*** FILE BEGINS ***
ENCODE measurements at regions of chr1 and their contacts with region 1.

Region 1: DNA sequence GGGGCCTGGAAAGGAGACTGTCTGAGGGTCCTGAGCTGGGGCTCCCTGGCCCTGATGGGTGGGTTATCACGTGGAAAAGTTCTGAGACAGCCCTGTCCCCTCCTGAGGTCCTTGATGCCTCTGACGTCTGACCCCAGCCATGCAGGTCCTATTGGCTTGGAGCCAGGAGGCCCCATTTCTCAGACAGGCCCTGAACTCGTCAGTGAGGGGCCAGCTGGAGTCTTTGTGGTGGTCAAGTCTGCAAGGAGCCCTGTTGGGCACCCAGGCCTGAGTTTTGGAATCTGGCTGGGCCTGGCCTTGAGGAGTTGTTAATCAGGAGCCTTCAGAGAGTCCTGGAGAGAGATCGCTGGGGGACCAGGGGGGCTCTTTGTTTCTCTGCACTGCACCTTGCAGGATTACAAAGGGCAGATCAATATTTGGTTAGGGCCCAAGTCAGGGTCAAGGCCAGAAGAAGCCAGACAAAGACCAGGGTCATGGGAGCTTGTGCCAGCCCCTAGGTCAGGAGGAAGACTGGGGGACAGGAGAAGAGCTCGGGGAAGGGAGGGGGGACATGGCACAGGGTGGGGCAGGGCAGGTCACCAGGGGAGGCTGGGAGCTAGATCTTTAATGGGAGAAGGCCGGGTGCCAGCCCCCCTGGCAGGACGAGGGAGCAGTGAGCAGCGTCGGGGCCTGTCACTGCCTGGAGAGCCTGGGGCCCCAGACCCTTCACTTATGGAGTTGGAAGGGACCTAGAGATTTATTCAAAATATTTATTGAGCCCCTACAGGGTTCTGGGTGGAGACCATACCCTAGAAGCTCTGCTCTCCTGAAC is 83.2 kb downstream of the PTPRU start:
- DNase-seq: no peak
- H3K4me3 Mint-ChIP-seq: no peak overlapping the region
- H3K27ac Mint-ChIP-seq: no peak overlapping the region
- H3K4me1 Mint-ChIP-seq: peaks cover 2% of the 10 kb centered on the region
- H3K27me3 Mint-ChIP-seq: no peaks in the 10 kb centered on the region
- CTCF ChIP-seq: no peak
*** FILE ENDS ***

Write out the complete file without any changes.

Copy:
ENCODE measurements at regions of chr1 and their contacts with region 1.

Region 1: DNA sequence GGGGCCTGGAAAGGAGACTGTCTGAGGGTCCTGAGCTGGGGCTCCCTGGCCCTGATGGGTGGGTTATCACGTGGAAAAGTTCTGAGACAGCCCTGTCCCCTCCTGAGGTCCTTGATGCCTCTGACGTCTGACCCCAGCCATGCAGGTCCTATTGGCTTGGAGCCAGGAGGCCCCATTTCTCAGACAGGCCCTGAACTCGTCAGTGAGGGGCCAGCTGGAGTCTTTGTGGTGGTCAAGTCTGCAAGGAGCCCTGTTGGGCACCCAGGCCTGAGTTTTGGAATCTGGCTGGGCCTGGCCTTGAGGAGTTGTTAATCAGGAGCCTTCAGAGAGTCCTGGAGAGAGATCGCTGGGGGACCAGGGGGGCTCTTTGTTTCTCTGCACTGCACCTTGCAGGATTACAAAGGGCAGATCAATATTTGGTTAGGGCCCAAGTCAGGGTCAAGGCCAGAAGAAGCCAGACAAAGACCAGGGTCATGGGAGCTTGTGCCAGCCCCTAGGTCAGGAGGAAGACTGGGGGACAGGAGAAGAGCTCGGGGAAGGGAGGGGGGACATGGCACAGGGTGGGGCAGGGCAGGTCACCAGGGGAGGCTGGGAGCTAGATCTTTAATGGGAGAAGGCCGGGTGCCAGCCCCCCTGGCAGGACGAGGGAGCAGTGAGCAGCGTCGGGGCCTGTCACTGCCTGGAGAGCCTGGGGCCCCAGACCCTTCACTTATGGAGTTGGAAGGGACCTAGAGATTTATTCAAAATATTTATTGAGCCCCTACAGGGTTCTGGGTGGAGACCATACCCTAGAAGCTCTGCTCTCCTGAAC is 83.2 kb downstream of the PTPRU start:
- DNase-seq: no peak
- H3K4me3 Mint-ChIP-seq: no peak overlapping the region
- H3K27ac Mint-ChIP-seq: no peak overlapping the region
- H3K4me1 Mint-ChIP-seq: peaks cover 2% of the 10 kb centered on the region
- H3K27me3 Mint-ChIP-seq: no peaks in the 10 kb centered on the region
- CTCF ChIP-seq: no peak